Africa Defense Forum
ADF is a professional military magazine published quarterly by U.S. Africa Command to provide an international forum for African security professionals. ADF covers topics such as counter terrorism strategies, security and defense operations, transnational crime, and all other issues affecting peace, stability, and good governance on the African continent.

Askia the Great Presided Over an Expanding Empire

Muhammad Ture was a politician, a ruler, a conqueror and a businessman. In the late 15th century, he used his considerable skills to expand the Songhai Empire, making it the largest country in West Africa’s history. At its peak, the empire stretched from the Atlantic Ocean east to what is now Niger.

He led the way for Africa to expand trade with Europe and Asia, and made Islam a key component of his governing strategy. He became known as Askia — “forceful one” — and is remembered to this day as Askia the Great.

He came to power through will, circumstance and force. When Songhai King Sunni Ali Ber died, his chosen successor refused to convert to Islam, prompting a rebellion by members of the Army. A bloody battle followed in 1493 involving 150,000 Soldiers. The victorious Gen. Muhammad Ture became the new king, and he took the name Askia.

King Askia began establishing a sophisticated bureaucracy in Timbuktu never before seen in the region. His reforms included formal trade regulations and policing of established trade routes.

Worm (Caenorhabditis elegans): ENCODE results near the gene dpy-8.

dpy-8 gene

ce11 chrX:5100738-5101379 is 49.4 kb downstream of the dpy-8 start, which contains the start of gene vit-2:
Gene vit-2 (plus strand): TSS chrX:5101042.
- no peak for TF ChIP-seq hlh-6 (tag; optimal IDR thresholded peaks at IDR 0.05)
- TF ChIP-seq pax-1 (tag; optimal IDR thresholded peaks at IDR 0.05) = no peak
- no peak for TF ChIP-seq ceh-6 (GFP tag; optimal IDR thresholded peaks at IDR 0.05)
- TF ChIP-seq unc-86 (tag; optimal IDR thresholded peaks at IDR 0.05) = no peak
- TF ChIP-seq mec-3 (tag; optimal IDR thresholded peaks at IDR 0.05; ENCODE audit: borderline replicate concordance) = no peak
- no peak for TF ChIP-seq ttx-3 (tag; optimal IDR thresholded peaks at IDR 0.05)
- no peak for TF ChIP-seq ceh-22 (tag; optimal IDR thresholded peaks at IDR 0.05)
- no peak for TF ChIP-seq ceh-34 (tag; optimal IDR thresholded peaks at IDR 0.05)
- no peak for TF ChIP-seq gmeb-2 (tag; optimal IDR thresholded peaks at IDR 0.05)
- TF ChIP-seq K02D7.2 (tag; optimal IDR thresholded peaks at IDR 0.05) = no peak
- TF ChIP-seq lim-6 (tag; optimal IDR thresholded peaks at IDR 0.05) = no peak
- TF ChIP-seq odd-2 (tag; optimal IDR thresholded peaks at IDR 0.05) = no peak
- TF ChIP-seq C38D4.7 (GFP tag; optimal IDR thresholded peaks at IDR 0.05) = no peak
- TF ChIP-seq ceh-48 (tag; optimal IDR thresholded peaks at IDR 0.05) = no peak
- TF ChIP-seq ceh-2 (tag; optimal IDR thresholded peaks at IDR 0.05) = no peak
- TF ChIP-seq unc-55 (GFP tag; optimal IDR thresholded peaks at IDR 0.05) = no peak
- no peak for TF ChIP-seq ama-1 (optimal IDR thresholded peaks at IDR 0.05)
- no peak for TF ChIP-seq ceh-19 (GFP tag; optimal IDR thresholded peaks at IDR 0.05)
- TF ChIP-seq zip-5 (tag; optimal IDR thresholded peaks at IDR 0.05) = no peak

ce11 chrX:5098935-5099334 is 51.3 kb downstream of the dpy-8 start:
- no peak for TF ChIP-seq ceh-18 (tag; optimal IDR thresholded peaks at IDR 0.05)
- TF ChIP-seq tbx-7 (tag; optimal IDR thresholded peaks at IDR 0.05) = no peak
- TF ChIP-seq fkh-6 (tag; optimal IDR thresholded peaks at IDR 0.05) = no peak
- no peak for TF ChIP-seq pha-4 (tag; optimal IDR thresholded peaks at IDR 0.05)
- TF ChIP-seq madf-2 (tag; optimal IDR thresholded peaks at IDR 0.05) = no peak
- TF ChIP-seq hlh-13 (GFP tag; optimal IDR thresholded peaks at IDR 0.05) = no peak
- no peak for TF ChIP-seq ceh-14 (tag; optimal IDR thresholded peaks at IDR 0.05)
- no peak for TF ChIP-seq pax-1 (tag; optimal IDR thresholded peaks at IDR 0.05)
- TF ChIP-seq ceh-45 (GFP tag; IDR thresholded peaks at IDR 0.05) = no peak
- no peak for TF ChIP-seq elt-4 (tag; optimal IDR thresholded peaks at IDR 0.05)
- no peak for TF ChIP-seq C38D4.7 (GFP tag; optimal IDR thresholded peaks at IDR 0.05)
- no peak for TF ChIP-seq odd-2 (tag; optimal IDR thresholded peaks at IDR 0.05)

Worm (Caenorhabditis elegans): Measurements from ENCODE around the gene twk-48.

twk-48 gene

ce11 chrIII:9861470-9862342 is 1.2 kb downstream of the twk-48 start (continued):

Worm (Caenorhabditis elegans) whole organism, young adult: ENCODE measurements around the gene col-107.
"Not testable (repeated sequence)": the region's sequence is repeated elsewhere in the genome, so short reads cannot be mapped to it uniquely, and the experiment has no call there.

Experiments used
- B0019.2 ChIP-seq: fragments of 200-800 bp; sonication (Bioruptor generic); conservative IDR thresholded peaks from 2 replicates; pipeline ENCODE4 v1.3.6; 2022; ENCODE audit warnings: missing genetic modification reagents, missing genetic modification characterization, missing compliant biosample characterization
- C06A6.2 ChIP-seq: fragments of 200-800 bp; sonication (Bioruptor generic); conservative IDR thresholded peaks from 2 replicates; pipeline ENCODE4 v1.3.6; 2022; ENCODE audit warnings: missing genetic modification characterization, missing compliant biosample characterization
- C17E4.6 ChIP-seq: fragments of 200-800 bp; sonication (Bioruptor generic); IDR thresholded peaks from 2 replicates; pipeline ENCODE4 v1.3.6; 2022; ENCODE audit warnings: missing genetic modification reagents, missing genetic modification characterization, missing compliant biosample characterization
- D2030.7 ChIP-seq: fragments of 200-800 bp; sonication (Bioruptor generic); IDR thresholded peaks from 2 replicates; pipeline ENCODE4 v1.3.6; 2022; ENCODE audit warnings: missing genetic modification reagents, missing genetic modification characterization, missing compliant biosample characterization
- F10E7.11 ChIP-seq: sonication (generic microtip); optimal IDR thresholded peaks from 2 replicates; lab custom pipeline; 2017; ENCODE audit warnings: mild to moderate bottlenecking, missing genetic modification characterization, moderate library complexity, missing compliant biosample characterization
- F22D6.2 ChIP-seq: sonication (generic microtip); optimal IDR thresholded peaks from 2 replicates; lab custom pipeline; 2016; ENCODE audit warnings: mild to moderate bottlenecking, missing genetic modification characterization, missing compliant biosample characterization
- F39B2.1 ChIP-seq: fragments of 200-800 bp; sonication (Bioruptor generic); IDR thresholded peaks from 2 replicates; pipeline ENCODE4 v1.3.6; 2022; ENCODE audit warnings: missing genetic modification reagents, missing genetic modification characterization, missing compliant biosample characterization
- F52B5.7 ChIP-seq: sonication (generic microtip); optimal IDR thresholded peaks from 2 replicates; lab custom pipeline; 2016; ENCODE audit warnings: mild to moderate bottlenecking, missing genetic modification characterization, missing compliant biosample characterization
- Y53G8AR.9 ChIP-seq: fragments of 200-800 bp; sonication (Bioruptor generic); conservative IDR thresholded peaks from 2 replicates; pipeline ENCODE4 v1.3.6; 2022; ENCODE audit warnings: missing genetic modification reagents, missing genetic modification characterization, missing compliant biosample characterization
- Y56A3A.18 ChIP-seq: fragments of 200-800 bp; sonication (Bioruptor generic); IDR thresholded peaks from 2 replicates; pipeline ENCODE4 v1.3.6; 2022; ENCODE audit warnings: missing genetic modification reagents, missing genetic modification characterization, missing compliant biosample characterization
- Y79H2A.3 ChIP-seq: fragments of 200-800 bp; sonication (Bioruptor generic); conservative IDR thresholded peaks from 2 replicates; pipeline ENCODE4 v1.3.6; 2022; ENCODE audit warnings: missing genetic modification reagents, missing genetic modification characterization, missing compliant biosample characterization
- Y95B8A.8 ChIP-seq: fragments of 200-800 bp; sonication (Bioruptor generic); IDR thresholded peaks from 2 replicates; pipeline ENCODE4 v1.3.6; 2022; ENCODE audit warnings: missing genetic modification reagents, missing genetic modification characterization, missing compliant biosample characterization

To keep the followers of the former Sunni dynasty at bay, Askia courted the Muslim intellectuals of Timbuktu, acting as their benefactor and encouraging their scholarship. In doing so, he kept them in his government but away from his power.

He divided the empire into four regions and appointed a viceroy to govern each one. Along the way, he stacked the government with his relatives. He further consolidated his power by marrying the daughters of his vassal chiefs, and in turn, marrying his own daughters off to men of authority. In his kingdom, most of the prominent families became his kin.

The king built two strong armies along with a reserve unit. He commissioned fleets of ships for war, protection and commerce, stationing his main naval fleet in the center of the Niger River.

Under his rule, his engineers built harbors and dug canals. He set standards for weights and measures for his kingdom. He encouraged the study of science to the point that his astronomers were among the best in the world.

But his rule came at a cost. His advancements and vast bureaucracy were expensive, requiring a growing class of new aristocrats. They, in turn, relied on forced labor and slavery to produce food, supplies and weapons. And Askia was not a gentle ruler; anyone who threatened his authority was executed.

Askia outlived his ability to govern. He went blind as he got older, keeping it a secret from his kingdom for years. His sons overthrew him, exiling him to an island in the Niger River. He was eventually allowed to live out his final years at the king’s palace, where he died at age 96. His descendants ruled for 50 years before civil wars from within, and an invasion by Morocco, brought his kingdom to an end. But for a time, the Songhai Empire was one of the world’s great civilizations.

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